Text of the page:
"Being part of behind-the-scene activities provided a sense of accomplishment."
“Being part of behind-the-scene activities provided a sense of accomplishment.”
This statement by one of our dedicated drivers reflects the sentiment from our staff members after a disaster response, regardless of closely we were involved with deliveries. Knowing that we could help, especially in an emergency, makes everything worthwhile.
When a Native American community is hit by a natural disaster — such as a fire, tornado, flood or, blizzard — it is reassuring that we have services and systems in place to assist in these emergencies.
For example, a week following the fires on the Fort Apache Reservation, our Phoenix office received a call to seek assistance from our Emergency service. After the conversation, it was determined that there were items that would assist the community in their continued response efforts, working through our Navajo Relief Fund program.
After the first shipment to Whiteriver, Arizona, we sat down with one of the drivers who made the delivery. Like most days, it was an early day in the warehouse. Things functioned best when the morning hours were utilized to take advantage of the cooler temperatures. The Phoenix heat can make warehouse work more challenging, so 5 AM was a good time to get going.
The driver was happy to see Rick, the Southwest Programs manager, jump on the forklift to help load the truck. When natural disasters occur, everyone pitches in to help. Once the truck was loaded, the drivers hit the road to try and beat the four hour road closure that was scheduled every Tuesday and Thursday at 9 AM on a main mountain road heading east to Fort Apache Reservation. The driver said, “We just made it. We were driving down and there were no cars coming the other way, but we knew we just made it before they closed down the road.”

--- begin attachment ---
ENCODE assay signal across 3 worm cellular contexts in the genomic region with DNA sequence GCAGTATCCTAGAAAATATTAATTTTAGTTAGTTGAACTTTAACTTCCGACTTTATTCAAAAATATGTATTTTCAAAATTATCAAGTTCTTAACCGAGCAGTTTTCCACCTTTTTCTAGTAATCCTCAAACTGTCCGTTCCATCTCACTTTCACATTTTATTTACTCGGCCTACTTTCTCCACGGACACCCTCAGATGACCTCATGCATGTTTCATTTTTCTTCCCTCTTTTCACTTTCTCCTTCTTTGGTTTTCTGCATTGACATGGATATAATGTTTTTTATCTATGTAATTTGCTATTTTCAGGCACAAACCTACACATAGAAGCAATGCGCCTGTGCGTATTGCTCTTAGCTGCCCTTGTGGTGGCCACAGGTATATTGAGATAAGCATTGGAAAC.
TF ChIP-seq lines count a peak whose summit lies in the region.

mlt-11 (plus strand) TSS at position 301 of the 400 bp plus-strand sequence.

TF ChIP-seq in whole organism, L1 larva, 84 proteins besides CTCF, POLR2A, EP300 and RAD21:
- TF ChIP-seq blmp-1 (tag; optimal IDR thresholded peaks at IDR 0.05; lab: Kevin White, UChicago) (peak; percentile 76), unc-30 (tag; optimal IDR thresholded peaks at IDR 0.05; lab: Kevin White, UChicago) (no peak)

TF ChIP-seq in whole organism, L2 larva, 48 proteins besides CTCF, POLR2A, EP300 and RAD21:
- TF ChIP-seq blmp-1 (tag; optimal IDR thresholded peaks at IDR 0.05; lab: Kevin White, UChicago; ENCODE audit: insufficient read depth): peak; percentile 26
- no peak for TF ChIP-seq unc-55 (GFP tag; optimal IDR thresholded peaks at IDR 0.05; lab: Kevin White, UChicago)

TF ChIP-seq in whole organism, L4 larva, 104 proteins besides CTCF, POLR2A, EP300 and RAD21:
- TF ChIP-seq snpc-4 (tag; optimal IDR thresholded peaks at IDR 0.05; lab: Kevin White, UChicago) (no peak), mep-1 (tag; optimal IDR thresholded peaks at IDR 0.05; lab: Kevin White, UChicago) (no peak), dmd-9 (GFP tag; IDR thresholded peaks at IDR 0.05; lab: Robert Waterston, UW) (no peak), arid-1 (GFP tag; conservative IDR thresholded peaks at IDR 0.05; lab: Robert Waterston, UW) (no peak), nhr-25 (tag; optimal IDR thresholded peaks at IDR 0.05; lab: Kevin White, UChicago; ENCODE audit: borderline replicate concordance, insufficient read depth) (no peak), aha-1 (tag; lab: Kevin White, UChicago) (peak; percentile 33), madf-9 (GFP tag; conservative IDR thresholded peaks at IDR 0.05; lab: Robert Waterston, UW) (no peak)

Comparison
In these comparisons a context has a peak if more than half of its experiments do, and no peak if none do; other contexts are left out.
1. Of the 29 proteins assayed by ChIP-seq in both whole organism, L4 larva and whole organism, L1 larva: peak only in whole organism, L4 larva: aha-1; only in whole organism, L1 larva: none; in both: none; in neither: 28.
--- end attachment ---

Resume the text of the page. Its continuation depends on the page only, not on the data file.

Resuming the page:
After a few hours, the truck turned off to enter the Cedar Creek community that leads into Whiteriver where the command center was located. There were trucks filled with sand and piles of sandbags. When they arrived at the command center, the staff explained to the drivers the reason for the sand. From their experience, when they had a fire, it created a shell over the earth because of the intense heat over the soil. Then when the rains came, it just rolled right down; the bags were to be used to divert the water away from homes.
There were obvious signs of the fire and its impact on the community.Flooding rendered families in a fire community more vulnerable and the monsoon season was upon them. The area had already experienced some rainfall, and even hail, so they were bracing for the effects that would come from the precipitation.
There were obvious signs of the fire and its impact on the community. Even the food source was impacted. There were many more warnings posted advising drivers to pay attention to the animals that have been forced from the fire areas into more populated areas. The staff in the community was grateful for the items on the first shipment and the driver assured them that they would be back with more supplies.
The driver expressed a sense of duty and contribution different than his regular deliveries. His perception was that the planning in the community was supported by a team which communicated with one another and made the proper decisions. He expounded, “They were busy. There were people directing us and even without the infrastructure we have in cities, they were making it work.” It was clear there was a real need and the intent was to do the best they could for the community.
There would be two more deliveries to the area before we were done. The communities were thankful for the assistance and we were grateful for generous supporters who helped ensure essential supplies could be provided after such a stressful disaster.